Simon Norfolk is a British photographer who has recently undertaken an extremely interesting project. He has undertaken a joint project on photographing Afghanistan and the effects of the war there with another photographer, John Burke. The unusual facet of this is that John Burke died in 1900. He had accompanied the British Expeditionary force to Afghanistan between 1878 and 1880, and taken images of the place, the people, both British and native, and the equipment used. Norfolk, who had been in Afghanistan 10 years ago, returned there and used Burkes’ images as a basis for his own, not replicating them completely , but aiming for a similar feel.
‘variations on a theme by John Burke’, to think ‘what would he photograph if he were there now?’ because he had such an inquisitive eye. So it was more kind of using him as a guide book, like Lonely Planet Kabul 1880 edition’ (interview with Simon Norfolk for the magazine Don’t Panic.).http://www.dontpaniconline.com/magazine/radar/simon-norfolk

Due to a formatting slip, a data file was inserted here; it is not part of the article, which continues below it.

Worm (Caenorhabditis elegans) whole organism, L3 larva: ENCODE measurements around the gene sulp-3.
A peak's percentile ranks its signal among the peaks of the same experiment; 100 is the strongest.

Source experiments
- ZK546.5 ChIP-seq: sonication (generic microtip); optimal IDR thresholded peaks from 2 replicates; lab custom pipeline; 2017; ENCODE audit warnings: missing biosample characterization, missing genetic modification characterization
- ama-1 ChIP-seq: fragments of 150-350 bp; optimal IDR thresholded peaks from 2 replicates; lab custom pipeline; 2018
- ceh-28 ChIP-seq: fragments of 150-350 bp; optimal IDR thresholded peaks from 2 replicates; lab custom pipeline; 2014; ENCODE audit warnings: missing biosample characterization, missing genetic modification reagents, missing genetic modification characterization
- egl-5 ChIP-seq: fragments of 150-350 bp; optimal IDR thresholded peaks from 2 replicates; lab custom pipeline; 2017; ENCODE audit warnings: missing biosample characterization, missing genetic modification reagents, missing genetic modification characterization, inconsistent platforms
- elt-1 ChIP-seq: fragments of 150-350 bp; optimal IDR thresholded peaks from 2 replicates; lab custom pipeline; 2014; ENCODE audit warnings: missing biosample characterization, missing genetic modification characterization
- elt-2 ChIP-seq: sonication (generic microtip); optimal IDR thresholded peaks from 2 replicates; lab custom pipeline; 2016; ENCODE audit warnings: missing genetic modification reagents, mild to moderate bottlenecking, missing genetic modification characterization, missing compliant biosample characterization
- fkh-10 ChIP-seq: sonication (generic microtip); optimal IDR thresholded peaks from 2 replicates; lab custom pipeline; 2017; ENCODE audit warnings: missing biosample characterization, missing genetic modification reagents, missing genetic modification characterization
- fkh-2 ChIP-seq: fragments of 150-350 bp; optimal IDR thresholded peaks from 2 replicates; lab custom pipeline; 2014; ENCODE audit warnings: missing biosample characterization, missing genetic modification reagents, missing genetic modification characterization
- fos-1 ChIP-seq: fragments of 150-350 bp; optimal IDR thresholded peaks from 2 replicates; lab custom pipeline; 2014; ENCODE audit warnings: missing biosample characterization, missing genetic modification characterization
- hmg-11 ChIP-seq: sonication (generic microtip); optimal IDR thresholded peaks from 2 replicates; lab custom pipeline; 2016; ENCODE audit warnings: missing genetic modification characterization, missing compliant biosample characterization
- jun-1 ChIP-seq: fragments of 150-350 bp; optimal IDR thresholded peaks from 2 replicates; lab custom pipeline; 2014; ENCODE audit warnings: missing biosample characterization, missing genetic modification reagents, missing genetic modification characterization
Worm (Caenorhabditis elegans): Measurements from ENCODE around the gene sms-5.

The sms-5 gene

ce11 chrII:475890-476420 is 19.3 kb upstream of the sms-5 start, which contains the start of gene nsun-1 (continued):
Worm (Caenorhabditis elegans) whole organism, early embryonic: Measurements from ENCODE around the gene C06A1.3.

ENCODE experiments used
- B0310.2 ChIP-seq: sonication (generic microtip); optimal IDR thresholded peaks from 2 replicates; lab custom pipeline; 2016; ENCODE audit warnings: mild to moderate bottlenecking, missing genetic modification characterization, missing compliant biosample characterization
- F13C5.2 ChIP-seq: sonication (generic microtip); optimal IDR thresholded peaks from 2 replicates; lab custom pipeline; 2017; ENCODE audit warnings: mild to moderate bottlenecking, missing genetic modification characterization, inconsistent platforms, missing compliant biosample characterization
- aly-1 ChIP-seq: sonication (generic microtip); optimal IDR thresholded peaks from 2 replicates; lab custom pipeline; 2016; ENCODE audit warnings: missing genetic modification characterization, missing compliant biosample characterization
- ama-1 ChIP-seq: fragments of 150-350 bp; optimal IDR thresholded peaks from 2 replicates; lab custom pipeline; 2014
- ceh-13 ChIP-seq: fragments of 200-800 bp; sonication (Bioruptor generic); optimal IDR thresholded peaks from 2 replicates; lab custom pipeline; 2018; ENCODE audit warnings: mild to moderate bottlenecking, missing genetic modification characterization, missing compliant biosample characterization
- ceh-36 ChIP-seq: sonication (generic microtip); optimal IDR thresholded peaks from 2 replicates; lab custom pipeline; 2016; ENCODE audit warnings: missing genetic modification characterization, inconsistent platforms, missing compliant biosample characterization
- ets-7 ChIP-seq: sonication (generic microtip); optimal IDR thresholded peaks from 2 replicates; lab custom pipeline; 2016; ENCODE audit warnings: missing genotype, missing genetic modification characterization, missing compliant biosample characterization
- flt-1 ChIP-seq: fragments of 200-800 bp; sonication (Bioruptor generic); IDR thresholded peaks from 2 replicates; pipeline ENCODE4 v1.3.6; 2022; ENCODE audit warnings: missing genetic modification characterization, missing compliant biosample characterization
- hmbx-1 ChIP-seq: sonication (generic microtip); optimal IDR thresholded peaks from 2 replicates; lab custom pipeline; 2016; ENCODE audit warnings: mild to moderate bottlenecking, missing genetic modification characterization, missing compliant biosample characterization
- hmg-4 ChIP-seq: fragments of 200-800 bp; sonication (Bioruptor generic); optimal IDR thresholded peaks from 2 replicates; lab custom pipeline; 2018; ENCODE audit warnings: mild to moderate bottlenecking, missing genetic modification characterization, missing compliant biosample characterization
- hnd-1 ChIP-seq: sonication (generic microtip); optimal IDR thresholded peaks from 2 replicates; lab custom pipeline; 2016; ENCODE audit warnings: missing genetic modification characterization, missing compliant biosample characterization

The book is a very beautiful production with photographs by both intermingled.It is divided into 3 sections, the place, the people and the military (although they are not directly called that).
|Sha Shaid , The Bala Hissar Gate. John Burke.|
|Jaw Akar Faizal Nahman and his daughter. Simon Norfolk.|
|Landholders and Laborers. John Burke.|
|A De-mining Team form the Mine Detection Centre, Kabul. Simon Norfolk.|
|Timur Shar's Mosque.|
The book gives a fascinating glimpse into the Afghanistan of the past, and as it is now, there are probably more similarities than differences, in spite of the high rises and modern vehicles. The mountains still overshadow all, the land is as harsh and the people are as proud.